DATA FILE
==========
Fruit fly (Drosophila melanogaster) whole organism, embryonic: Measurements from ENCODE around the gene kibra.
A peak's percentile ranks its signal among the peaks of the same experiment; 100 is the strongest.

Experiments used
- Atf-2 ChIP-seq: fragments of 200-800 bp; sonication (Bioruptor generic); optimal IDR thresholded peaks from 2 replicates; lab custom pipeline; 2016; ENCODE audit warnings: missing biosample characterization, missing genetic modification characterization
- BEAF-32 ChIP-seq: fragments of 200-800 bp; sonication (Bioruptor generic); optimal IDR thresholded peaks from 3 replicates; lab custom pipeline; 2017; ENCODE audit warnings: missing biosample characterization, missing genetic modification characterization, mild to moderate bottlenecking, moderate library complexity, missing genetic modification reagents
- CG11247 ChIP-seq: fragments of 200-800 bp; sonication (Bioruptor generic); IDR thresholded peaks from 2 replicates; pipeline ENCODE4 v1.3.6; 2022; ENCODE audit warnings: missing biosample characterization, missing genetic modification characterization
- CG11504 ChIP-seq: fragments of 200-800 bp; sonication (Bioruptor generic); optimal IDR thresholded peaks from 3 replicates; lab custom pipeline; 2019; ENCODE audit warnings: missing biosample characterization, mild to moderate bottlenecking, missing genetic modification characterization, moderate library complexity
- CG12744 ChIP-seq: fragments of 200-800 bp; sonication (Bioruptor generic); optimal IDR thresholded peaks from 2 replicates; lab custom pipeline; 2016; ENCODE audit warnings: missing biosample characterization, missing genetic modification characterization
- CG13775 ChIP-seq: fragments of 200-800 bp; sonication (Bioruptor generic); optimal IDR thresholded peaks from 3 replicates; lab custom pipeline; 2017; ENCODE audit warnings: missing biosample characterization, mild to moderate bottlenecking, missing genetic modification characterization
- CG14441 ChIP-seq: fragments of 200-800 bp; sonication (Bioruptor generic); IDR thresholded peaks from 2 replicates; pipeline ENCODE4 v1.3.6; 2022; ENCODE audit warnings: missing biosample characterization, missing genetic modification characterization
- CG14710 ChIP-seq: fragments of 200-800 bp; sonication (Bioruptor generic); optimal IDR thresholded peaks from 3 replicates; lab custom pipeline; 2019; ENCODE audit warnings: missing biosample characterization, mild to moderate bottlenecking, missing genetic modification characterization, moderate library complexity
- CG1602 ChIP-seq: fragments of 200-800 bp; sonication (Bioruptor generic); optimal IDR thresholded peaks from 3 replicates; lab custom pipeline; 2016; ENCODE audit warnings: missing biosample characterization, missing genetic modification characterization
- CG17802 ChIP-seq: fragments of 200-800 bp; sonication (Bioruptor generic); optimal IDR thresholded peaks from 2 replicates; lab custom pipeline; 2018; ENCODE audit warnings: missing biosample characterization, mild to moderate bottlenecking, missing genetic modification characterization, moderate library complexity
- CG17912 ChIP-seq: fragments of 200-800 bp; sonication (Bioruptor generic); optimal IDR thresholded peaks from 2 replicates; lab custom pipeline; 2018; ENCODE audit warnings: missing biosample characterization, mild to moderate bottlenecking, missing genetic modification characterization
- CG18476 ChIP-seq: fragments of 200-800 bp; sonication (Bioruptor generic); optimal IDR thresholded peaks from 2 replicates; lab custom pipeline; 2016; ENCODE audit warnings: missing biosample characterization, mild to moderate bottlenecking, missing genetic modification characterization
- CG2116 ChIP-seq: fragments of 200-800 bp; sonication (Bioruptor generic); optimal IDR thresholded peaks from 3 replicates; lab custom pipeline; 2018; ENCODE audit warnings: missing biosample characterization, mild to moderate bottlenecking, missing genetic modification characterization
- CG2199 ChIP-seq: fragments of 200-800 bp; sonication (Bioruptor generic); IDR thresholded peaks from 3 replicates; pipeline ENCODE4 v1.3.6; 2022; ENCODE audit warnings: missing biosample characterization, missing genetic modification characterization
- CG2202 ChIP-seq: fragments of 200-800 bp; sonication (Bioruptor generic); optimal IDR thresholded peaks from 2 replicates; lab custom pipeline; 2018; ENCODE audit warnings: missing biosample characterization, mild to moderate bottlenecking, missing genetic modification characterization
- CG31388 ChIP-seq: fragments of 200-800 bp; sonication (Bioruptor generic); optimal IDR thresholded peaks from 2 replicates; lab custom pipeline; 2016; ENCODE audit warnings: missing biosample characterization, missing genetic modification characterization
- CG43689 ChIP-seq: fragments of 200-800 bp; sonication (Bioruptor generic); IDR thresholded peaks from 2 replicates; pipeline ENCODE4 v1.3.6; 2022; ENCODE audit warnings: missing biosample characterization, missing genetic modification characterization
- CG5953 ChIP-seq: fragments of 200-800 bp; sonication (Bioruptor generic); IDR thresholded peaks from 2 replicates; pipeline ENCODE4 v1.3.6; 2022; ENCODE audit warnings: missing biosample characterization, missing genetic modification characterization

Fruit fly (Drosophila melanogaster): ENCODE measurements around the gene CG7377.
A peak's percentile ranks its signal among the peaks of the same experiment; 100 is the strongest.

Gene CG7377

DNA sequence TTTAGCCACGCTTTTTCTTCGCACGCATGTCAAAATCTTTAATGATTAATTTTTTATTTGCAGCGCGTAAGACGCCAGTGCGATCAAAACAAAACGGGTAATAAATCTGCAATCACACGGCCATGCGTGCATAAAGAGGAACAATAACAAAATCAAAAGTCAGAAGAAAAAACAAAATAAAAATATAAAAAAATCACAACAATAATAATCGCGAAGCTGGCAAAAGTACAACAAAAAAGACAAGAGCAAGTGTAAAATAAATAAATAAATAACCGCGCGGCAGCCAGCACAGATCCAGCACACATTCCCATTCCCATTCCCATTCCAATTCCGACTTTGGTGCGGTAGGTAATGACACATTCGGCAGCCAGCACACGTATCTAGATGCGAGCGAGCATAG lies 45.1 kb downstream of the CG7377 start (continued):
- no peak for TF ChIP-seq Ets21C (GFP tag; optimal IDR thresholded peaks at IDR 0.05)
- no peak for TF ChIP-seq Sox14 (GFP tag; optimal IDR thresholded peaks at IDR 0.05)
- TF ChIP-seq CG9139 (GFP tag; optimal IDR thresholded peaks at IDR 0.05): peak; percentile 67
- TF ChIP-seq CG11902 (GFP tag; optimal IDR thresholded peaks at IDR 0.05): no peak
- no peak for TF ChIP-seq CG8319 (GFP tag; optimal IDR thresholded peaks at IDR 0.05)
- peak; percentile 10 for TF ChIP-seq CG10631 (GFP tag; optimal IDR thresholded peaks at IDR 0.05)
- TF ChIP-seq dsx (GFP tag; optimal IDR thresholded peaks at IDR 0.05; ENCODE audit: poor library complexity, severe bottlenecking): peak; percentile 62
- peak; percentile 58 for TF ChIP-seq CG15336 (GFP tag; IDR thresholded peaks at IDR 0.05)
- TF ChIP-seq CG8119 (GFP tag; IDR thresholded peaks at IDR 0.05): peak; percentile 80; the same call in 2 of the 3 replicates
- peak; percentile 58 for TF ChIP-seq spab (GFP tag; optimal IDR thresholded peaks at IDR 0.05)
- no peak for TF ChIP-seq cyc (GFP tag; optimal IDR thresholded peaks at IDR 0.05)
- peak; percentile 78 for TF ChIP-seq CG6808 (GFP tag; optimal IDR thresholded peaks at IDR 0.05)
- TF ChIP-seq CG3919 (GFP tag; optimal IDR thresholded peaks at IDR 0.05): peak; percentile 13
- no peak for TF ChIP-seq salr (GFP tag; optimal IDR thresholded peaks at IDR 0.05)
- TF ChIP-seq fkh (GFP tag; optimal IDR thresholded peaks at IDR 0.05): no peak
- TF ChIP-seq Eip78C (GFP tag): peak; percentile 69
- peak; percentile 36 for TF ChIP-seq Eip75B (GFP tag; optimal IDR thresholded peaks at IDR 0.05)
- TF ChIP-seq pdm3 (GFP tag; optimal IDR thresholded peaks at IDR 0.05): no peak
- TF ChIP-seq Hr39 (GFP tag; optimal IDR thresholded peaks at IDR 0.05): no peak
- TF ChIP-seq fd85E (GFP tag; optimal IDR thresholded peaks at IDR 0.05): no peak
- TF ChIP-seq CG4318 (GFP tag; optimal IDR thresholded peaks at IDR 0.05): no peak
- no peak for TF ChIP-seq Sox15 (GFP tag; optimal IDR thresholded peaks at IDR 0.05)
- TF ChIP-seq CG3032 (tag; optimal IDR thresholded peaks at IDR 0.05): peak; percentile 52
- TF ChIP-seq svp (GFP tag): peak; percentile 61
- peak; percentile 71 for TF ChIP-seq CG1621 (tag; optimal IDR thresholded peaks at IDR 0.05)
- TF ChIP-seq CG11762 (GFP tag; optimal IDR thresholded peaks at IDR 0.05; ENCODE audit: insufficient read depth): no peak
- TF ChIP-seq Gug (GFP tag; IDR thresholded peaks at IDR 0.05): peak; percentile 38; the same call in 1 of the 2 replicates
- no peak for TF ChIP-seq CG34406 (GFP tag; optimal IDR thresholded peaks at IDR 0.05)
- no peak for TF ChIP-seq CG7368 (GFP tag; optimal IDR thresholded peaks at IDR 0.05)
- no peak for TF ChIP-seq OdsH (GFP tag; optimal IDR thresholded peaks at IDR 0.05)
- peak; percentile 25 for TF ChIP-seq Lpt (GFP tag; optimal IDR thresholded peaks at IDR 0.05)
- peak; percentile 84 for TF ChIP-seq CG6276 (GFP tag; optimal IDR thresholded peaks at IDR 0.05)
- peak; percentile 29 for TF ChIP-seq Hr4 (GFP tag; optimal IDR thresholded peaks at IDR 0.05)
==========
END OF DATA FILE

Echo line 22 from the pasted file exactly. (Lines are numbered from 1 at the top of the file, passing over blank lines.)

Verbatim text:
Fruit fly (Drosophila melanogaster): ENCODE measurements around the gene CG7377.